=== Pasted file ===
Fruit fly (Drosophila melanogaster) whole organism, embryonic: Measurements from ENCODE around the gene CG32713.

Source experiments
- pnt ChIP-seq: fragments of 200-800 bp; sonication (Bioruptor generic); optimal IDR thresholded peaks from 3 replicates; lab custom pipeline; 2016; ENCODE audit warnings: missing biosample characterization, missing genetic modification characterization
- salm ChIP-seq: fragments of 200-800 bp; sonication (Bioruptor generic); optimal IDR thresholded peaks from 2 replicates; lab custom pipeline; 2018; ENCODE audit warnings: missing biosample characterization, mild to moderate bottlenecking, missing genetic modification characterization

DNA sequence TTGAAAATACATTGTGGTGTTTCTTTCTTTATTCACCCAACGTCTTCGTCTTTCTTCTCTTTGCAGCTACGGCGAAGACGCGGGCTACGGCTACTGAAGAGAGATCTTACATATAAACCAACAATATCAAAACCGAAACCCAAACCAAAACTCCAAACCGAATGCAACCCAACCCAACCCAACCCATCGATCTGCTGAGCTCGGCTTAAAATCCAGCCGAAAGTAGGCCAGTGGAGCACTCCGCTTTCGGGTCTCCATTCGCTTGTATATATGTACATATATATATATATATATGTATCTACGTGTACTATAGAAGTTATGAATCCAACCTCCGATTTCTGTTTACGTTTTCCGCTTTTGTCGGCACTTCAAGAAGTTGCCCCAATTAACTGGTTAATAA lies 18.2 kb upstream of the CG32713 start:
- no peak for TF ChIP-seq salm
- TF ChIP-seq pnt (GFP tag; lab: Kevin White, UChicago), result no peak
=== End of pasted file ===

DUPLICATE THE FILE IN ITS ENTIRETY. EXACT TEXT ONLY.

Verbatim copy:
Fruit fly (Drosophila melanogaster) whole organism, embryonic: Measurements from ENCODE around the gene CG32713.

Source experiments
- pnt ChIP-seq: fragments of 200-800 bp; sonication (Bioruptor generic); optimal IDR thresholded peaks from 3 replicates; lab custom pipeline; 2016; ENCODE audit warnings: missing biosample characterization, missing genetic modification characterization
- salm ChIP-seq: fragments of 200-800 bp; sonication (Bioruptor generic); optimal IDR thresholded peaks from 2 replicates; lab custom pipeline; 2018; ENCODE audit warnings: missing biosample characterization, mild to moderate bottlenecking, missing genetic modification characterization

DNA sequence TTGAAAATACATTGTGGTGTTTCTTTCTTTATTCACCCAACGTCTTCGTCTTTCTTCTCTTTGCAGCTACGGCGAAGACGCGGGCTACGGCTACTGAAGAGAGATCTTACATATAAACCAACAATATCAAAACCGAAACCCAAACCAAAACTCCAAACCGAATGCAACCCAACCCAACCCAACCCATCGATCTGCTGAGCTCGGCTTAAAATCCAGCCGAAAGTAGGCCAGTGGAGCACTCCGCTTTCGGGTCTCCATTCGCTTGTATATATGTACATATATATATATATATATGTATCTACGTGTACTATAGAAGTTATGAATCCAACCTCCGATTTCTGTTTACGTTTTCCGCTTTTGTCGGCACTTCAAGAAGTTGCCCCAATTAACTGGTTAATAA lies 18.2 kb upstream of the CG32713 start:
- no peak for TF ChIP-seq salm
- TF ChIP-seq pnt (GFP tag; lab: Kevin White, UChicago), result no peak